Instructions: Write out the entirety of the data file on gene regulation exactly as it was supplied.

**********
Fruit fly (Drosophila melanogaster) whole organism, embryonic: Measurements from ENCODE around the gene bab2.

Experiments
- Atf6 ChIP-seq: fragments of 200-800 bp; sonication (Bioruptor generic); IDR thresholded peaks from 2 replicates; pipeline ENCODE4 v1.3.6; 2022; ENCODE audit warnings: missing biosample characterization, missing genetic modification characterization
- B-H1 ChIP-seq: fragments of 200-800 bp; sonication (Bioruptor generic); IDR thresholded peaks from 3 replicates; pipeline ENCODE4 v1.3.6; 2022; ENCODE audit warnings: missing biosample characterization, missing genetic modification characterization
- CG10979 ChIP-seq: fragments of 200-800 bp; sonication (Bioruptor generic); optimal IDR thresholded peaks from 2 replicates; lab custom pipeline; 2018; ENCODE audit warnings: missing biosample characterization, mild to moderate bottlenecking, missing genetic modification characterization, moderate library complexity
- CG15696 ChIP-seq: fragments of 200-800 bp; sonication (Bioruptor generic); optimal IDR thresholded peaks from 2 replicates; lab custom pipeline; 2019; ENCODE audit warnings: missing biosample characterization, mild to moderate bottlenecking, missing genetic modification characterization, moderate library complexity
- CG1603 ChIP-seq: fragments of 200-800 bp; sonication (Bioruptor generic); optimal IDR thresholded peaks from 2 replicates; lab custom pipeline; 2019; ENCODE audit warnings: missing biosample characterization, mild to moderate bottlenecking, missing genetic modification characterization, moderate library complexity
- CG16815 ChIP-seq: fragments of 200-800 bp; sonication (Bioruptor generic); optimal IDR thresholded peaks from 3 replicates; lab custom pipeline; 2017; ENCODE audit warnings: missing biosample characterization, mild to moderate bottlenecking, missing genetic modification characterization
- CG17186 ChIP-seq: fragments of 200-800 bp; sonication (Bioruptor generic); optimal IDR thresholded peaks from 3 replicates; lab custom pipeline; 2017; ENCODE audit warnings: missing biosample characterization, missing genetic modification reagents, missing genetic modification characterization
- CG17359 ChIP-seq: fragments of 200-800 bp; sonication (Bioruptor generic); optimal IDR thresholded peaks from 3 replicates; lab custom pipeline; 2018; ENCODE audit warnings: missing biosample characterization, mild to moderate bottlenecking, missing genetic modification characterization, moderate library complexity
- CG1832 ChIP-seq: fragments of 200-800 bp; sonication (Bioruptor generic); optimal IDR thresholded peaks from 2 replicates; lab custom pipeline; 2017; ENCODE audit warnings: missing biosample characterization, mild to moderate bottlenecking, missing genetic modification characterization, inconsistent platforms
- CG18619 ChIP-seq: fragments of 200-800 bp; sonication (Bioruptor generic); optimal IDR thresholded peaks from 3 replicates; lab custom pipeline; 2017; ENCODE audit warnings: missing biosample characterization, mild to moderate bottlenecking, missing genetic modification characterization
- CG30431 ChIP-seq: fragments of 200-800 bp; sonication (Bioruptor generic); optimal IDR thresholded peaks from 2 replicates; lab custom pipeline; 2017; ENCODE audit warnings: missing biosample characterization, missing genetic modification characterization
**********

Fruit fly (Drosophila melanogaster) whole organism, embryonic: Measurements from ENCODE around the gene bab2.

Experiments
- Atf6 ChIP-seq: fragments of 200-800 bp; sonication (Bioruptor generic); IDR thresholded peaks from 2 replicates; pipeline ENCODE4 v1.3.6; 2022; ENCODE audit warnings: missing biosample characterization, missing genetic modification characterization
- B-H1 ChIP-seq: fragments of 200-800 bp; sonication (Bioruptor generic); IDR thresholded peaks from 3 replicates; pipeline ENCODE4 v1.3.6; 2022; ENCODE audit warnings: missing biosample characterization, missing genetic modification characterization
- CG10979 ChIP-seq: fragments of 200-800 bp; sonication (Bioruptor generic); optimal IDR thresholded peaks from 2 replicates; lab custom pipeline; 2018; ENCODE audit warnings: missing biosample characterization, mild to moderate bottlenecking, missing genetic modification characterization, moderate library complexity
- CG15696 ChIP-seq: fragments of 200-800 bp; sonication (Bioruptor generic); optimal IDR thresholded peaks from 2 replicates; lab custom pipeline; 2019; ENCODE audit warnings: missing biosample characterization, mild to moderate bottlenecking, missing genetic modification characterization, moderate library complexity
- CG1603 ChIP-seq: fragments of 200-800 bp; sonication (Bioruptor generic); optimal IDR thresholded peaks from 2 replicates; lab custom pipeline; 2019; ENCODE audit warnings: missing biosample characterization, mild to moderate bottlenecking, missing genetic modification characterization, moderate library complexity
- CG16815 ChIP-seq: fragments of 200-800 bp; sonication (Bioruptor generic); optimal IDR thresholded peaks from 3 replicates; lab custom pipeline; 2017; ENCODE audit warnings: missing biosample characterization, mild to moderate bottlenecking, missing genetic modification characterization
- CG17186 ChIP-seq: fragments of 200-800 bp; sonication (Bioruptor generic); optimal IDR thresholded peaks from 3 replicates; lab custom pipeline; 2017; ENCODE audit warnings: missing biosample characterization, missing genetic modification reagents, missing genetic modification characterization
- CG17359 ChIP-seq: fragments of 200-800 bp; sonication (Bioruptor generic); optimal IDR thresholded peaks from 3 replicates; lab custom pipeline; 2018; ENCODE audit warnings: missing biosample characterization, mild to moderate bottlenecking, missing genetic modification characterization, moderate library complexity
- CG1832 ChIP-seq: fragments of 200-800 bp; sonication (Bioruptor generic); optimal IDR thresholded peaks from 2 replicates; lab custom pipeline; 2017; ENCODE audit warnings: missing biosample characterization, mild to moderate bottlenecking, missing genetic modification characterization, inconsistent platforms
- CG18619 ChIP-seq: fragments of 200-800 bp; sonication (Bioruptor generic); optimal IDR thresholded peaks from 3 replicates; lab custom pipeline; 2017; ENCODE audit warnings: missing biosample characterization, mild to moderate bottlenecking, missing genetic modification characterization
- CG30431 ChIP-seq: fragments of 200-800 bp; sonication (Bioruptor generic); optimal IDR thresholded peaks from 2 replicates; lab custom pipeline; 2017; ENCODE audit warnings: missing biosample characterization, missing genetic modification characterization